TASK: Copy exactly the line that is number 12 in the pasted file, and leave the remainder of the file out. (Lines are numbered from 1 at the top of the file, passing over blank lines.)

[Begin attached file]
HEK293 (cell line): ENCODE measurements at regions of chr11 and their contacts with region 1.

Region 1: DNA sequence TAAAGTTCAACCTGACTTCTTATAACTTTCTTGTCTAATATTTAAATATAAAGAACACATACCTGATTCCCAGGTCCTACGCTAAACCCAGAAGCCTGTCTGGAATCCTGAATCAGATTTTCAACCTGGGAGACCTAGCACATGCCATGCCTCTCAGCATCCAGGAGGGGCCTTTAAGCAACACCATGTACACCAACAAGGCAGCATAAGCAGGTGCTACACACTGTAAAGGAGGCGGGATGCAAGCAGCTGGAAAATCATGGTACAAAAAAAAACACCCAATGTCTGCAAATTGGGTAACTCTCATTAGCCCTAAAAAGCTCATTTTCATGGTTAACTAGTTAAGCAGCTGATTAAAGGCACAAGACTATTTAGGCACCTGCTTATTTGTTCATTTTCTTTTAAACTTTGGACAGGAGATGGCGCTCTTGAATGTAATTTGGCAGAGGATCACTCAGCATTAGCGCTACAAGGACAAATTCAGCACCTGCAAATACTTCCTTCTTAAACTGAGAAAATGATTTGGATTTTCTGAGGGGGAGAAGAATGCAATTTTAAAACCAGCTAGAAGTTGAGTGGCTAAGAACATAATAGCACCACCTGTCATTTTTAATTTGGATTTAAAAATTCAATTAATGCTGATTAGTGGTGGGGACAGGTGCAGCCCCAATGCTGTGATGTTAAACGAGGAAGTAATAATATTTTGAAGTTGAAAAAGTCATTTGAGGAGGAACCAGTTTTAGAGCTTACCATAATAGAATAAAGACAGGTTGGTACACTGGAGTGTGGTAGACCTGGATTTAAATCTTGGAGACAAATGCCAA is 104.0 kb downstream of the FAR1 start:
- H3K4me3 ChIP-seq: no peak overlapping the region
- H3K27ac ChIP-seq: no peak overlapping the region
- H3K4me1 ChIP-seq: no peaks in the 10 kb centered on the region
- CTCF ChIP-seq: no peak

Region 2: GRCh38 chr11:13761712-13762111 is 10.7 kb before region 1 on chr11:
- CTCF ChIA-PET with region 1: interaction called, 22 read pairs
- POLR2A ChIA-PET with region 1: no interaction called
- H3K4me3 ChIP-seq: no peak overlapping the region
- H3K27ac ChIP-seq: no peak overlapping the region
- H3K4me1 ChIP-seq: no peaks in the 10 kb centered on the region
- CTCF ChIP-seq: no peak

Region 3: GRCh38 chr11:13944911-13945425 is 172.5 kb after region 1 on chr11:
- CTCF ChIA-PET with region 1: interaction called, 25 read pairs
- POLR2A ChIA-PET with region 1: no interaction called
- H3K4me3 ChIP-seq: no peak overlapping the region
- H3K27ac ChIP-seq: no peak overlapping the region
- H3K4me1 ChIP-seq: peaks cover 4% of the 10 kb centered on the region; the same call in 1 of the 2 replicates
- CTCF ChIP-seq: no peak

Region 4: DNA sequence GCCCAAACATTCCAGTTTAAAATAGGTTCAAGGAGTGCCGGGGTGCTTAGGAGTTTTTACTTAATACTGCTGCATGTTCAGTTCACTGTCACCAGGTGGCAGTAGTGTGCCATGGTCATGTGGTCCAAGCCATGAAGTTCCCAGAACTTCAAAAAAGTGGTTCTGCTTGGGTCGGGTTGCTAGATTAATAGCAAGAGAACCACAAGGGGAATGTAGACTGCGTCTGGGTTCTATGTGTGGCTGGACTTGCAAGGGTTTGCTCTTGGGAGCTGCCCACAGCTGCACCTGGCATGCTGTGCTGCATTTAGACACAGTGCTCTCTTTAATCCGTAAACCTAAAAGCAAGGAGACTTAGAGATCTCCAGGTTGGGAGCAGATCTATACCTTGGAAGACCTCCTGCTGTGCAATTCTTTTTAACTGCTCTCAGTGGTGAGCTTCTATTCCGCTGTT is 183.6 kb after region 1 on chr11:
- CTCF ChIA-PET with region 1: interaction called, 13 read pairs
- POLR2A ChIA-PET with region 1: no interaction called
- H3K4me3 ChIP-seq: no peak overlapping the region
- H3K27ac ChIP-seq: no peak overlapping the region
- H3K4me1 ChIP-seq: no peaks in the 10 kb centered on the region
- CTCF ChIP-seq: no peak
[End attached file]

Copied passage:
- H3K4me1 ChIP-seq: no peaks in the 10 kb centered on the region